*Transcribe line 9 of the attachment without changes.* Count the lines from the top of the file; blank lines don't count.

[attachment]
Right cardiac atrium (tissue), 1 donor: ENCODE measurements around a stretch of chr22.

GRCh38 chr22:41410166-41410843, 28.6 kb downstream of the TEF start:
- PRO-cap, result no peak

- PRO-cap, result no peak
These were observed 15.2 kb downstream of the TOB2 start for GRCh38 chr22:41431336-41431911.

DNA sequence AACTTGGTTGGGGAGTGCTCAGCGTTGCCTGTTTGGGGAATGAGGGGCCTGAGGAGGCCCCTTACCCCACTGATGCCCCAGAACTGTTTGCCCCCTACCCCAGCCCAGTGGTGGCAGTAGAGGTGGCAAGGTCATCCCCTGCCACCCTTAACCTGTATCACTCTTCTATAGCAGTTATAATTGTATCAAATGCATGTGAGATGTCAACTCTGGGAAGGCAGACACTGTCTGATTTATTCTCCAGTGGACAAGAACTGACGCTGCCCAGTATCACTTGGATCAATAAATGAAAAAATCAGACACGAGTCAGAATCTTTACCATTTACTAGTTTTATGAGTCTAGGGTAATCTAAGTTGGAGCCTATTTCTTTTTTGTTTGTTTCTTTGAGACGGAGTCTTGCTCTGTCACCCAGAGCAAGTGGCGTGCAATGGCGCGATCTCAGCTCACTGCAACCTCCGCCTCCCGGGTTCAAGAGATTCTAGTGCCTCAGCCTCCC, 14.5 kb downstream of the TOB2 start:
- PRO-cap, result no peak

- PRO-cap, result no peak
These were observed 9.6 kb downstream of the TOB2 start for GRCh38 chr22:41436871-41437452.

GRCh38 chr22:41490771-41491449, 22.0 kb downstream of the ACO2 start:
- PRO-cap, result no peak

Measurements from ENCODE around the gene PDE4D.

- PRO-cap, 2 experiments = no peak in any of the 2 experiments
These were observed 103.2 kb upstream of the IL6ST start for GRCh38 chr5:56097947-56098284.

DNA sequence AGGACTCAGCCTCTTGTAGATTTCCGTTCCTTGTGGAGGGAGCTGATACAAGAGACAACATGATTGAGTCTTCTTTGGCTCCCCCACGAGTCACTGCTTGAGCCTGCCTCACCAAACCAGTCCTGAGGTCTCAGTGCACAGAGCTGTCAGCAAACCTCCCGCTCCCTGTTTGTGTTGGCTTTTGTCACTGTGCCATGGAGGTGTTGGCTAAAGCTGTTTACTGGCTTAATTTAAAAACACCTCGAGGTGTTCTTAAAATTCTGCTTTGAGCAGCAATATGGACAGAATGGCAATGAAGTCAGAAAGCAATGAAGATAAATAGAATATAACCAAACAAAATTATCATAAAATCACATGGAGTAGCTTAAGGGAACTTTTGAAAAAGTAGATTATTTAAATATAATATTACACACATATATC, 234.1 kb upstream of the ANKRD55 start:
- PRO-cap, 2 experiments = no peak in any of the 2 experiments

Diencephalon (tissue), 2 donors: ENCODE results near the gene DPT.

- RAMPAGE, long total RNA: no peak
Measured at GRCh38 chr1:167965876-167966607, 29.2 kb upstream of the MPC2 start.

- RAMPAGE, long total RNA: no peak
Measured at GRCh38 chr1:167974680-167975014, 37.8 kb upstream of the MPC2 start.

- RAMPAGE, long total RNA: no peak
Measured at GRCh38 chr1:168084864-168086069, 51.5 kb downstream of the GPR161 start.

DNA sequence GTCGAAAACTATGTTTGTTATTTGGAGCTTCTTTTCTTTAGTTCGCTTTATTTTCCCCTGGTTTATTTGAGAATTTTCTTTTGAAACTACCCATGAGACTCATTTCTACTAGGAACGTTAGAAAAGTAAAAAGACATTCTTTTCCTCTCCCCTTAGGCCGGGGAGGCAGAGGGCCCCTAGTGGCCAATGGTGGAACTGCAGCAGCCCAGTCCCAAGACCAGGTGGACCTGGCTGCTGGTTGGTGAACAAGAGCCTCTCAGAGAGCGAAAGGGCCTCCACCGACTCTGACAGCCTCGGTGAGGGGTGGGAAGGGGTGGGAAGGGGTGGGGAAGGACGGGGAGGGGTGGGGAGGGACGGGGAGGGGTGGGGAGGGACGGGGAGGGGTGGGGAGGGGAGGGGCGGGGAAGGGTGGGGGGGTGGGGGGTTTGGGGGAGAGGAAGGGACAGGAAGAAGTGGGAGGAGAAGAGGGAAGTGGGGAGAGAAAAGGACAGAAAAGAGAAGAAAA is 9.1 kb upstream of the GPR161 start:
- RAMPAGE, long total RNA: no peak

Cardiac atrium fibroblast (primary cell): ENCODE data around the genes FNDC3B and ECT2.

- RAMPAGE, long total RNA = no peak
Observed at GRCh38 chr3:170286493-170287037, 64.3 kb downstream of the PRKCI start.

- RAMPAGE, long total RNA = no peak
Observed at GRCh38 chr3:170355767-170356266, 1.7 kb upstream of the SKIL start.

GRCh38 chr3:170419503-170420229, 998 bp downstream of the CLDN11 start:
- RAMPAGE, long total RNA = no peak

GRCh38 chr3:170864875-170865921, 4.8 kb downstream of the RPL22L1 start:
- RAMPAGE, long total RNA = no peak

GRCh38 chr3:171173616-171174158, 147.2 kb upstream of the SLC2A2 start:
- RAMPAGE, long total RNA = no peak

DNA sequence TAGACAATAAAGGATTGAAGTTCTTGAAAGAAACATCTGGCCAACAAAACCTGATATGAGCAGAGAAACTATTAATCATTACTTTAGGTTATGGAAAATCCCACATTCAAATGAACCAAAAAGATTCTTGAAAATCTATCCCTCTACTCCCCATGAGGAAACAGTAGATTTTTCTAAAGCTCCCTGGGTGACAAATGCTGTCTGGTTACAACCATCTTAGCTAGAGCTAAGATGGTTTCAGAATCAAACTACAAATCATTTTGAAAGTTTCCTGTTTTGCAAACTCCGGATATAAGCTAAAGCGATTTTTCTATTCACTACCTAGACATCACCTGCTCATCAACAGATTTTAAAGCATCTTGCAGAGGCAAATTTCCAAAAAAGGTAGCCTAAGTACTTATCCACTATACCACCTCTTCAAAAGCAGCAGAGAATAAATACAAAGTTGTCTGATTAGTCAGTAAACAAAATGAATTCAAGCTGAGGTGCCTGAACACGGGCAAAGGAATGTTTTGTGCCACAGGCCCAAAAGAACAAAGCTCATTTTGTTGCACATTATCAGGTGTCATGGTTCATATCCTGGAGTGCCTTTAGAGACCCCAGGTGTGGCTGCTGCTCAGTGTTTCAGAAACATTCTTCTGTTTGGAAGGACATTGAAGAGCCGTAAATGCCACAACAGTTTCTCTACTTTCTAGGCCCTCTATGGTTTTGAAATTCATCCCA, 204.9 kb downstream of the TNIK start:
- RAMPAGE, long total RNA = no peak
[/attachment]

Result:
These were observed 9.6 kb downstream of the TOB2 start for GRCh38 chr22:41436871-41437452.